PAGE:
Attending the HC Work and Pensions Committee yesterday to discuss the new proposed single tier pension as suggested in the Green Paper, “A State Pension for the 21st Century”, one idea was repeatedly raised by the MPs – what to say to constituents who say that they contributed all their lives to National Insurance, only to see their neighbours and others who did not pay, nor make the same sacrifices in consumption, get the benefit for free. This is a serious anticipated political barrier to change.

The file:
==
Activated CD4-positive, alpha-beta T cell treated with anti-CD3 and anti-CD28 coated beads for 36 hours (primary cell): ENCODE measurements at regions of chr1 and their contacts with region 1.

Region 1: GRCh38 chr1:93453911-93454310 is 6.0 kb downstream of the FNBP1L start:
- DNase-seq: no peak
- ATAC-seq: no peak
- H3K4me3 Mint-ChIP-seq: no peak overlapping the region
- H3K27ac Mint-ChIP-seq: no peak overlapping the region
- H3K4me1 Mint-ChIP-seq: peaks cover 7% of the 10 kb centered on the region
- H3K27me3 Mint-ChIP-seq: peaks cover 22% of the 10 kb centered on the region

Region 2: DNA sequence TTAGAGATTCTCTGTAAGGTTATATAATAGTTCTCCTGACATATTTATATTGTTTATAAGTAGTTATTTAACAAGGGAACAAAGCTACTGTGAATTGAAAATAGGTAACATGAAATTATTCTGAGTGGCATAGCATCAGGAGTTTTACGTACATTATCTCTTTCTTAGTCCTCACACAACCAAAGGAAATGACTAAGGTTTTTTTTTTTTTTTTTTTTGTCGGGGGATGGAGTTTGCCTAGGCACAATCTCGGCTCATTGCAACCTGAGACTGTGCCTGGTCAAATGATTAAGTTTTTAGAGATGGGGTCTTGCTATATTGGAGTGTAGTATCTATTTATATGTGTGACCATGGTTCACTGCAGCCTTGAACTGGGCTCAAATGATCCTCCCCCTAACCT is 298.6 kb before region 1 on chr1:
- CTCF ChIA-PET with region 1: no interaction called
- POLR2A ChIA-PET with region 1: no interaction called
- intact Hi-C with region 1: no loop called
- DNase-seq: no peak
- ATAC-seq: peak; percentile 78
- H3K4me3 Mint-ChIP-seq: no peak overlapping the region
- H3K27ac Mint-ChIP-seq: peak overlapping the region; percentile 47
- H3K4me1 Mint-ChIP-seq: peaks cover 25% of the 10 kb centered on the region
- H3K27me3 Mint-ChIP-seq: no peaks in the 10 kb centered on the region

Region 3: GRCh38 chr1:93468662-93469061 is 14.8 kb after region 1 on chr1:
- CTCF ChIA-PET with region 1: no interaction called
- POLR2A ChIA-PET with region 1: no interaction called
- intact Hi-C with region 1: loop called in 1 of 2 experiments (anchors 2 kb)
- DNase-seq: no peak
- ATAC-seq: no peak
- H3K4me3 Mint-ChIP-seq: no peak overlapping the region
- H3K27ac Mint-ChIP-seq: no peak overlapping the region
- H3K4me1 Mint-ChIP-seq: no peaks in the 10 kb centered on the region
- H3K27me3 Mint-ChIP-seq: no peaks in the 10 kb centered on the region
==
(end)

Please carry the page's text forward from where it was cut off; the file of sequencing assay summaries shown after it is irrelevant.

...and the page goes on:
It’s a very difficult political problem, because we have to win the hearts and minds of the public for a major philiosophical change from a contributory to a universal system. This is a political, moral, ethical and philisophical argument, and very different to the one we have been making in our pension system up to now. The truth is, we moved from a contributory system many years ago, even decades, with the proliferation in deemed credits to national insurance, and then the introduction of comprehensive, well funded means tested benefits for pensioners (even if a third of those eligible don’t claim). But for political reasons, politicians and officials always pretended that the contributory system was alive and well. Now the name of the game has to change, our discourse and rhetoric have to change, we have to reconceptualise the population as all deserving and worthy of a decent life, and we have to argue that universal benefits bring solidarity, and citzenship entitlements. Incidentially, it also means that those who save more will get the full benefit of their savings, without risking that others who don’t save just get government handouts. Indeed, without abolishing the means tested system, the new proposed NEST workplace pension just won’t work, and the financial services industry can’t ethically sell products to those with relatively low lifetime incomes. So, while this isn’t the stuff that will sell it to constituents, all sides of the political spectrum would benefit from the new proposal.